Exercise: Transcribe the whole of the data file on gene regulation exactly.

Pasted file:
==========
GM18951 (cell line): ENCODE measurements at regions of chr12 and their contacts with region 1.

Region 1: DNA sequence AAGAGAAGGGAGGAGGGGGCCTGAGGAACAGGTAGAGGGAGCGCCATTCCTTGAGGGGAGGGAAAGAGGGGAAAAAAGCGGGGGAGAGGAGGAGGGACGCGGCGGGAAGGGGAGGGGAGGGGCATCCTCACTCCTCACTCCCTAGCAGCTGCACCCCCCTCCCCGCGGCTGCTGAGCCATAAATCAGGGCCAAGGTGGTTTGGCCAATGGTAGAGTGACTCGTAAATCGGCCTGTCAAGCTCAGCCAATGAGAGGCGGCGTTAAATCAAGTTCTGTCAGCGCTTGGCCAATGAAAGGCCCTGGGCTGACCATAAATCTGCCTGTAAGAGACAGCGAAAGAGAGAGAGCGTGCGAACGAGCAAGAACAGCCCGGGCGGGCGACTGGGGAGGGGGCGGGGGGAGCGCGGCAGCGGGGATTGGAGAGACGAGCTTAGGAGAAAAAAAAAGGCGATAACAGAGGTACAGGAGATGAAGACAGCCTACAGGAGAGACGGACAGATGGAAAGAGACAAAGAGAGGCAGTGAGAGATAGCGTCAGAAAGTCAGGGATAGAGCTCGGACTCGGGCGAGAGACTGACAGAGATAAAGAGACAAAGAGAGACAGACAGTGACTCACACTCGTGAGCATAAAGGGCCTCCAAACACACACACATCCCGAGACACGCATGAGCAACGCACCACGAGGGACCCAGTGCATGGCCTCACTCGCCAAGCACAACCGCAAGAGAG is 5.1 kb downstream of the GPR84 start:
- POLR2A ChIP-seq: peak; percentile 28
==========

GM18951 (cell line): ENCODE measurements at regions of chr12 and their contacts with region 1.

Region 1: DNA sequence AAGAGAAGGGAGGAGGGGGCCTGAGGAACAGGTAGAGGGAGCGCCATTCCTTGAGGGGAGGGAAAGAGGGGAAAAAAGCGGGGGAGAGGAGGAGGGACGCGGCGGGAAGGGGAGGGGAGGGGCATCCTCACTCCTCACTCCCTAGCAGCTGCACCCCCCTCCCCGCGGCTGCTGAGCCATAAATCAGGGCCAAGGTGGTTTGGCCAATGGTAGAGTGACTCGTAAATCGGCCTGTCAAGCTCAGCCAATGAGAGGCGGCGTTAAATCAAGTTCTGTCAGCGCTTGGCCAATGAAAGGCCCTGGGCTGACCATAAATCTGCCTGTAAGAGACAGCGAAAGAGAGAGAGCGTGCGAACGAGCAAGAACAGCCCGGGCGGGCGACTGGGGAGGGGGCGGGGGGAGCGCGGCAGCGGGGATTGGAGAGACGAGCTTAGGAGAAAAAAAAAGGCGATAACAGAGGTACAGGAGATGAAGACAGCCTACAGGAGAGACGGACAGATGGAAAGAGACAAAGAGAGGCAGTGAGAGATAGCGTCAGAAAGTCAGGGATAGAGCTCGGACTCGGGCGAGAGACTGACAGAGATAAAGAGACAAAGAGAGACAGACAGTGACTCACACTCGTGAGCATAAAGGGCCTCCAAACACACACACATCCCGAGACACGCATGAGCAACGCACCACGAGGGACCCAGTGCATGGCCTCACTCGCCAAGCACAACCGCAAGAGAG is 5.1 kb downstream of the GPR84 start:
- POLR2A ChIP-seq: peak; percentile 28